All media have different strengths – and shape the nature of the discourse. So, for example, we would never have used smoke signals as a means of communicating abstract, complex ideas!  When we use text, we will typically communicate in a linear, structured way to express ideas, make requests and so on.  There is always a slight delay between the thought and the action, a chance to review and revise.  Our written words may not necessarily express the underlying emotional content whether that be sarcasm, humour, anxiety and so on.

With voice, on the other hand, it is often less linear – our intention is often voiced before further refinements are subsequently added so motivations may be more transparent.  And it is a more immediate reflection of our desires, we are not able to edit what we have said in the way we may do with text.  And our voice will often express a range of emotions even if we do not intend that to be the case.  If we are feeling anxious then that can often be easily recognized by the recipient as it can be less about what we say but more about how we say it of course.

The implications for brands are quite complex.  First, we need to consider what we are losing in the transition from text to voice.  The nature of the interaction may be more complex for brands to understand, as needs, preferences and so on are perhaps stated in a less coherent way.  On the other hand, perhaps it is easier to understand the intention of the user more easily – not only through the changed structure of the ‘input’ but also through interpreting the signals given by examining how things have been said.

Voice also perhaps creates a set of expectations of the relationship from the DA user.  We are used to the recipient understanding the nuance of what we say base on our tone of voice.  And what we say is different – we are more likely to be sarcastic for example.  If DAs cannot pick these up then there is potential for frustration or indeed for a misreading.  Just think of the potential harm of a sarcastic comment when driving.  On the other hand, our propensity to make our intentions clear is perhaps an opportunity for brands – so less inference needs to be done to work out what the user really wants.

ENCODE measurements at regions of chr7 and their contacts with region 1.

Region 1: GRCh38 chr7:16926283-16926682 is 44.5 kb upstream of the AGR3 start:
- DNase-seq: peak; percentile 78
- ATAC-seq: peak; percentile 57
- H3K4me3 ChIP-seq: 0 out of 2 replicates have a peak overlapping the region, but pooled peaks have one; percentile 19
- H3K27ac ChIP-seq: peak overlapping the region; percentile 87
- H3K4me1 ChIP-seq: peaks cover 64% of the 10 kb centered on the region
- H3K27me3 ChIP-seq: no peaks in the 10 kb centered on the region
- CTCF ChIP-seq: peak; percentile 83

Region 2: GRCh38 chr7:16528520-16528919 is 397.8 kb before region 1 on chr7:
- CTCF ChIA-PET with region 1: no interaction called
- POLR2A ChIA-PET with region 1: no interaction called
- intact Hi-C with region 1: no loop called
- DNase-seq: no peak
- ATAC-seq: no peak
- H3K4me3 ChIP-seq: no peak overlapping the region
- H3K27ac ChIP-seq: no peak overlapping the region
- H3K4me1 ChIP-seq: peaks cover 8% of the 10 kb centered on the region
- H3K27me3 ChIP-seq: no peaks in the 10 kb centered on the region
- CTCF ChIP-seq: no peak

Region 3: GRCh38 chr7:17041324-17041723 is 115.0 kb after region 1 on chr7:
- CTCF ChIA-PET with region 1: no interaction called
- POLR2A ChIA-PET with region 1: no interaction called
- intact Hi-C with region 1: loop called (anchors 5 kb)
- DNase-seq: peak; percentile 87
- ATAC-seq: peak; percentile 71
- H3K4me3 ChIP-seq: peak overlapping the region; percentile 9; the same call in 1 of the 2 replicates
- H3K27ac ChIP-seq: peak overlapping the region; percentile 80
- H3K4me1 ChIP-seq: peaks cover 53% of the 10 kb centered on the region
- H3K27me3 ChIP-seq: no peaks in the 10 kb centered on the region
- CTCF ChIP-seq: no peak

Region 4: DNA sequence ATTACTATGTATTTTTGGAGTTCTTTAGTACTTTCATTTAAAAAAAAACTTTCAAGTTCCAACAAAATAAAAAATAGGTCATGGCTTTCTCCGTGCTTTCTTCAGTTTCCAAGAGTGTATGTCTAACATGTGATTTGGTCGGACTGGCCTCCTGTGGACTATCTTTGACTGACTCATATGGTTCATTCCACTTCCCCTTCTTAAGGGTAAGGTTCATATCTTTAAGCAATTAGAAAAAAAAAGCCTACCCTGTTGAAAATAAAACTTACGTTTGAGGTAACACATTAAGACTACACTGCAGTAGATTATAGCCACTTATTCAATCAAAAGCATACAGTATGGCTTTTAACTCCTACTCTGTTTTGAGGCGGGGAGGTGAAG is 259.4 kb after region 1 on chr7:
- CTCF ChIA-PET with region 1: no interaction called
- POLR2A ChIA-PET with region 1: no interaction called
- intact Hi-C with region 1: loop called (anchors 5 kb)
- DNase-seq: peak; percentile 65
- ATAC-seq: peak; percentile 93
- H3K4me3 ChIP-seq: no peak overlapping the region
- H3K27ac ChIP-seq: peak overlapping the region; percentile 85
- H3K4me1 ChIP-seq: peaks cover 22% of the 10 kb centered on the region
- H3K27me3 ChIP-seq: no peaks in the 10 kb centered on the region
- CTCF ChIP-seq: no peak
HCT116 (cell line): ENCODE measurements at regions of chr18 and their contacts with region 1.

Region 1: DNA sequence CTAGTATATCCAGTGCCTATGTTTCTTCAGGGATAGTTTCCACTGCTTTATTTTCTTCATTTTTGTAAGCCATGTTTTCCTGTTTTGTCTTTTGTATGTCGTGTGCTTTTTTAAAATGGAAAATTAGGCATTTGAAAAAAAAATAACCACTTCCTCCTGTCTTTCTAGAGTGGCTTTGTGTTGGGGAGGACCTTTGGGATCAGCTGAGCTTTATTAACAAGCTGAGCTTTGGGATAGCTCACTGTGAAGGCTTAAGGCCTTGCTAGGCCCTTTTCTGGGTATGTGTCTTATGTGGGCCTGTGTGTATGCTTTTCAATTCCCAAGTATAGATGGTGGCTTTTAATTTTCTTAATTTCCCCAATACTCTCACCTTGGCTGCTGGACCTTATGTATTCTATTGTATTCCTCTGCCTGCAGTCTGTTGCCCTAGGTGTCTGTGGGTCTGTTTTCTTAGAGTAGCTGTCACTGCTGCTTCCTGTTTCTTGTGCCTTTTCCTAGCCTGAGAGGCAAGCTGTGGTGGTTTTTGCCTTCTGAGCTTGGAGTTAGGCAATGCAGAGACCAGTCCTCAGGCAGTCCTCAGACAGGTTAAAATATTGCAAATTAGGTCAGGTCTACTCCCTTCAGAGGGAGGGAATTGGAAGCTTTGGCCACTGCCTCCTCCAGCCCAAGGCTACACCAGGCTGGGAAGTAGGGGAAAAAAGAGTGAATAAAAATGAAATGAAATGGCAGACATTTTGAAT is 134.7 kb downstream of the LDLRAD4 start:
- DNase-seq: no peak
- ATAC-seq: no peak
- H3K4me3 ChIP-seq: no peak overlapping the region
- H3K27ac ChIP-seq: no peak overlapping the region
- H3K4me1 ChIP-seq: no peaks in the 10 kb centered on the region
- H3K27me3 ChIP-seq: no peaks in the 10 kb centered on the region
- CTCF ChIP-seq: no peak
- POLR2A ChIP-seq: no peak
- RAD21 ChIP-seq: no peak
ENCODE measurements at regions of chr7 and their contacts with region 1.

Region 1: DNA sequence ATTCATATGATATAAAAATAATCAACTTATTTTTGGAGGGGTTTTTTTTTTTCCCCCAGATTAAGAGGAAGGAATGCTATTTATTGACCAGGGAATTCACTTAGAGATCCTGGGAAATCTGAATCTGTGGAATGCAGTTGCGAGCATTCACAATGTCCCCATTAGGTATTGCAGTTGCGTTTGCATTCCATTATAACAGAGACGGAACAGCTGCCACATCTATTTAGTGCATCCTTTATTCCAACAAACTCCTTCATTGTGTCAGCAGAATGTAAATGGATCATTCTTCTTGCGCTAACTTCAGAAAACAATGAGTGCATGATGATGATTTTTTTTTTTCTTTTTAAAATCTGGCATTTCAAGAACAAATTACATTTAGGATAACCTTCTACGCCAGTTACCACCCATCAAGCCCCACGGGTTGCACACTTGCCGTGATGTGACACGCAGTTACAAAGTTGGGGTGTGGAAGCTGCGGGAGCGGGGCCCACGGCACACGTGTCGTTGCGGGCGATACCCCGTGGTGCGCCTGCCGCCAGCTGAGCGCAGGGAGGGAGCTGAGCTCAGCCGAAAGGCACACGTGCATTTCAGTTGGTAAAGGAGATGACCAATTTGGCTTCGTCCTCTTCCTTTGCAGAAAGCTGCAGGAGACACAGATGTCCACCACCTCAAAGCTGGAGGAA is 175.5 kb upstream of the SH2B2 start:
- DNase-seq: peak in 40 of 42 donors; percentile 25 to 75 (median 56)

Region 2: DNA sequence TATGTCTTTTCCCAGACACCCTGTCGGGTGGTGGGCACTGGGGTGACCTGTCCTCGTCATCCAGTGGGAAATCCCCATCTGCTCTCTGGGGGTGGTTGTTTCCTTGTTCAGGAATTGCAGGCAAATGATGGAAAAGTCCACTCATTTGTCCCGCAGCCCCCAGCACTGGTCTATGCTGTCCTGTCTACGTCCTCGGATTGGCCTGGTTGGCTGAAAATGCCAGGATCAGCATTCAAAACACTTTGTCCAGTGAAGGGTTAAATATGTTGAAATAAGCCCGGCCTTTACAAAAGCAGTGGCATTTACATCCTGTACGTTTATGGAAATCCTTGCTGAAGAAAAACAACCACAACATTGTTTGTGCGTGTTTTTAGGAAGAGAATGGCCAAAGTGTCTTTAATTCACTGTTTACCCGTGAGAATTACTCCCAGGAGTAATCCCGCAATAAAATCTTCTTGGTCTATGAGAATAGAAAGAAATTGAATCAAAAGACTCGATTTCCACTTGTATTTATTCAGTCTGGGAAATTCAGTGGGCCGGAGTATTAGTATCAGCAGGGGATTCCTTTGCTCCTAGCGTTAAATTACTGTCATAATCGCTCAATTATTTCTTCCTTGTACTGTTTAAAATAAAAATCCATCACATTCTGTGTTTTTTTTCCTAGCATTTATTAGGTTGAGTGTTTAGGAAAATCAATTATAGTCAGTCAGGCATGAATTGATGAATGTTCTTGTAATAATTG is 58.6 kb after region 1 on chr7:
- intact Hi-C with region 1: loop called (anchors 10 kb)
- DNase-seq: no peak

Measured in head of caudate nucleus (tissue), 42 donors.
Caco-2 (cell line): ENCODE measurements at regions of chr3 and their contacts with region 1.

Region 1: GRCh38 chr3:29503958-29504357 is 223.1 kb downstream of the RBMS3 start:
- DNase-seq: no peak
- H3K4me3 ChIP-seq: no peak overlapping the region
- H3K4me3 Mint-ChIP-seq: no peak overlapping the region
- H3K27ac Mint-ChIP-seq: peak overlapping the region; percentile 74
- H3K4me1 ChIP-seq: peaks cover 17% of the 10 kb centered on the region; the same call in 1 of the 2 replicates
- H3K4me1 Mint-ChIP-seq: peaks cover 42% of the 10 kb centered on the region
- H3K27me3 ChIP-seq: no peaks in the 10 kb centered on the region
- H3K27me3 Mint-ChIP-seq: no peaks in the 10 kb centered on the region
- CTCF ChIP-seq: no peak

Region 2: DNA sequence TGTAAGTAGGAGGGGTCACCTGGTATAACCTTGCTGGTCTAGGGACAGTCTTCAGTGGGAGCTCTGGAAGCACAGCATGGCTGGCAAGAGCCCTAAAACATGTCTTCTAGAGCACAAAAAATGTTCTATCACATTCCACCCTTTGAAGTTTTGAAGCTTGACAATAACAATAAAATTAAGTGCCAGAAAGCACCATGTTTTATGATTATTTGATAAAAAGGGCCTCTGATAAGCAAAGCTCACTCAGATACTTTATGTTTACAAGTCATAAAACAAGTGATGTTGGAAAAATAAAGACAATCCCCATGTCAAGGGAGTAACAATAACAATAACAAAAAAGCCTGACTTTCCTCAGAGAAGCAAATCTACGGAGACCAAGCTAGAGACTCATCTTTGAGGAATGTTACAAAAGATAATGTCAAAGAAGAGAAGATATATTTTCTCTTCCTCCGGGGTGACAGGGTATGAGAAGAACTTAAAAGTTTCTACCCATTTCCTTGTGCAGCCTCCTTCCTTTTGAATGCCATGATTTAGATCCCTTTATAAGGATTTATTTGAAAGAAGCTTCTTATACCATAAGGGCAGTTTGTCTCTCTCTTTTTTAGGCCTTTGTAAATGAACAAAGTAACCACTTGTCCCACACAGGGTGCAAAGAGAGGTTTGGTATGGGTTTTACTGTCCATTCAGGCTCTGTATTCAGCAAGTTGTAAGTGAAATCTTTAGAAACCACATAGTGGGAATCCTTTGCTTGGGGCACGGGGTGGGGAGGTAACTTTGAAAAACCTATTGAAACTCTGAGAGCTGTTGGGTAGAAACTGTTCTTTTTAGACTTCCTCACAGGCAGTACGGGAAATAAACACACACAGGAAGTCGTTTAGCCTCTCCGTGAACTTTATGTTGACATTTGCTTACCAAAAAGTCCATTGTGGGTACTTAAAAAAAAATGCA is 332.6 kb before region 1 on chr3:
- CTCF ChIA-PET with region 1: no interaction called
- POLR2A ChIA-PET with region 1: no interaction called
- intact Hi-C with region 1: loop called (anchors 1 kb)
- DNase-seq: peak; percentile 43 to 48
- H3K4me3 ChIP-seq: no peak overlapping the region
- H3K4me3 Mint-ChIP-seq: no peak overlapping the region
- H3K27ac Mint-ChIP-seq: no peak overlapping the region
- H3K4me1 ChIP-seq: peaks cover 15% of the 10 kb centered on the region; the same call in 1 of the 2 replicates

In summary

It’s tempting to think of technologies as ‘neutral’ such that they are simply tools that humans can choose to use.  But all tools bring with them a new way of relating to the world, a changed agenda.  It’s can be hard to spot what these are and perhaps even harder to offer clear, definitive evidence each time.  However, this makes it even more important that we engage in what Lewis Mumford called ‘disciplined speculation’, where we use the best available knowledge to develop a series of hypotheses.   The area of human engagement with technology is one which is often not always considered by brands when they are developing new products and services. And the failure to inform product development or market strategies with these insights may help to explain why so many of these products and services fail. As technology is an ever more integral part of our lives it is critical that we better understand the very human relationships which determine its success or failure.

By Colin Strong


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Colin Strong is Head of Behavioural Science at Ipsos. In his role he works with a wide range of brands and public sector organisations to combine market research with behavioural science, creating new and innovative solutions to long standing strategy and policy challenges. His career has been spent largely in market research, with much of it at GfK where he was MD of the UK Technology division. As such he has a focus on consulting on the way in which technology disrupts markets, creating new challenges and opportunities but also how customer data can be used to develop new techniques for consumer insights. Colin is author of Humanizing Big Data which sets out a new agenda for the way in which more value can be leveraged from the rapidly emerging data economy. Colin is a regular speaker and writer on the philosophy and practice of consumer insight.

Categories AI, Digital assistants, Memory